A Dark Song
Dark Song, A (2016)
★★ / ★★★★
Compile the usual images of black magic rituals often encountered in horror movies and throw them out the window. “A Dark Song,” written and directed by Liam Gavin, provides an alternative: a ritual that takes place over days, possibly weeks, but one that leaves the possibility that, despite the ritual having been performed, nothing has come out of it. Viewers expecting tried-and-true scares are likely to be disappointed, but those looking for magical realism will certainly find at least one admirable quality about the project.
The plot is seemingly straightforward initially but quickly gathers intrigue. Sophia (Catherine Walking) is a grieving mother who rents a mansion in rural Wales so she and an occultist, Joseph (Steve Oram), can perform a ritual. It is believed that if they were successful, each person would be granted a favor—any favor. Sophia wishes revenge upon those who murdered her seven-year-old son in a cult ritual. Joseph doubts her resolve.
I enjoyed that the picture does not follow a typical dramatic parabola—especially at the cost of entertainment. There are sections that are downright soporific because it adopts a molasses-like pacing in order to establish a certain tone and mood. But because the expected rhythm and beat is absent, it makes for an interesting experience because one feels the possibility that anything can happen in a story where, at first glance, nothing much happens at all. Not many projects dare to wear its skin without compromise.
Perhaps it is the point but I wished Walking and Oram had more chemistry. Not in a romantic kind of way, since that is not what the screenplay is going for, but in an overall rapport, especially when the two characters must clash, sometimes violently, and then share personal details because they are trapped in a situation they have created for themselves. However, I thought it was a fresh choice to cast performers who do not look like typical movie stars. Because they look like anybody who can be seen in a public place, it contributes to the believability of the film.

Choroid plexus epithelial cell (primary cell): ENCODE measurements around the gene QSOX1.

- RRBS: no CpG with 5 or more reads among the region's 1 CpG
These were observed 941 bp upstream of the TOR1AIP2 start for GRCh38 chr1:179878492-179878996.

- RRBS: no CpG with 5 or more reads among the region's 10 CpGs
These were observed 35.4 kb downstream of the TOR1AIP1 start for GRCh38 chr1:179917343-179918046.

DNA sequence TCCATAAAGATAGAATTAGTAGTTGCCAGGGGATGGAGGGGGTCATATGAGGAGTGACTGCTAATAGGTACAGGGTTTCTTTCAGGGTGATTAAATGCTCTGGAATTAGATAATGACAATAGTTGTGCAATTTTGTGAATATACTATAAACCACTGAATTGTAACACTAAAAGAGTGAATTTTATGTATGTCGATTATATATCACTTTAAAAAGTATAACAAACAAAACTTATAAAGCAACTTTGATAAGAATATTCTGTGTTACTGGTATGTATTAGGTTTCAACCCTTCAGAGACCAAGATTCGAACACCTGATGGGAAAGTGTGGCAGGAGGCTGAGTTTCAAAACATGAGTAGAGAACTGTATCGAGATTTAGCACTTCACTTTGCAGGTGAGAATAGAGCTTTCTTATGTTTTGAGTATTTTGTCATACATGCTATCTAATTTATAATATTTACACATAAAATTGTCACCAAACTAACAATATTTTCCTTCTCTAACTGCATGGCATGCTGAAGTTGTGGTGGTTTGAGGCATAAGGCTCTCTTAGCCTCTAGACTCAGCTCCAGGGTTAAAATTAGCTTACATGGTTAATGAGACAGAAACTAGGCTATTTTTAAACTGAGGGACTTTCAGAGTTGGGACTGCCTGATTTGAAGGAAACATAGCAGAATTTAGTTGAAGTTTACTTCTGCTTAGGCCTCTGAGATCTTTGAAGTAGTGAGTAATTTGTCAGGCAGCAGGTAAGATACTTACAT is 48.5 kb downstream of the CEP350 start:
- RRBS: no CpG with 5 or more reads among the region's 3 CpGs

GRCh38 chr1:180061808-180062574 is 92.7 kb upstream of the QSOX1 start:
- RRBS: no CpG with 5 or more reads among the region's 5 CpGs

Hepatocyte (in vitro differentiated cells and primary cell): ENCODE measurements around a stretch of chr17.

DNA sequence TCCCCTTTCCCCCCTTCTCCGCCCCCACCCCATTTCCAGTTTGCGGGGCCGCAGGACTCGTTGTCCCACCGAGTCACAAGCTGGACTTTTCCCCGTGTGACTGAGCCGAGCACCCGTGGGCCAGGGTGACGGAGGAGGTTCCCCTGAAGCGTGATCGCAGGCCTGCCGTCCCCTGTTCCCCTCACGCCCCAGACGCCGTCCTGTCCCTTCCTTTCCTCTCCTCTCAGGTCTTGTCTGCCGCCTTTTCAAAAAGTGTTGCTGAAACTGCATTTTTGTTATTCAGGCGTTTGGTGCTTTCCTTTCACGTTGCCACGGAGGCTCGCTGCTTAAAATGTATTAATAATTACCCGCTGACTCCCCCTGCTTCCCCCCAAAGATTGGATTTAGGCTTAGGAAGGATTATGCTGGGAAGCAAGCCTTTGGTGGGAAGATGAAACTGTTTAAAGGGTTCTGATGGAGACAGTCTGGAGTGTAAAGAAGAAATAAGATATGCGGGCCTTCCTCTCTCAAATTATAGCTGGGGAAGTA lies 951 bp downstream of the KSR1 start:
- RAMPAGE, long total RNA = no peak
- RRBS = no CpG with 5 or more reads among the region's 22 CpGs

There are instances of creepiness or uneasiness but never any jump scare or standard way to alarm the viewer. However, it proves plenty of opportunities to doubt. Given that Sophia is secretive with what she hopes to accomplish, is she a reliable protagonist? Is Joseph a fraud, truly only in it for the eighty thousand pounds? Is something really happening in that house or are the strange coincidences products of their imagination? After all, the ritual involves grueling trials like abstaining from food for days, not leaving a marked area for hours, and not having enough sleep.
“A Dark Song” is not the kind of picture where one walks away not thinking about anything. And for that, it might be worth seeing at least once even if at times it is an experience to be endured. So many mainstream horror flicks exist simply to waste time and money. At least with this film, one can tell it is made with love and effort. I recommend it most to adventurous audiences.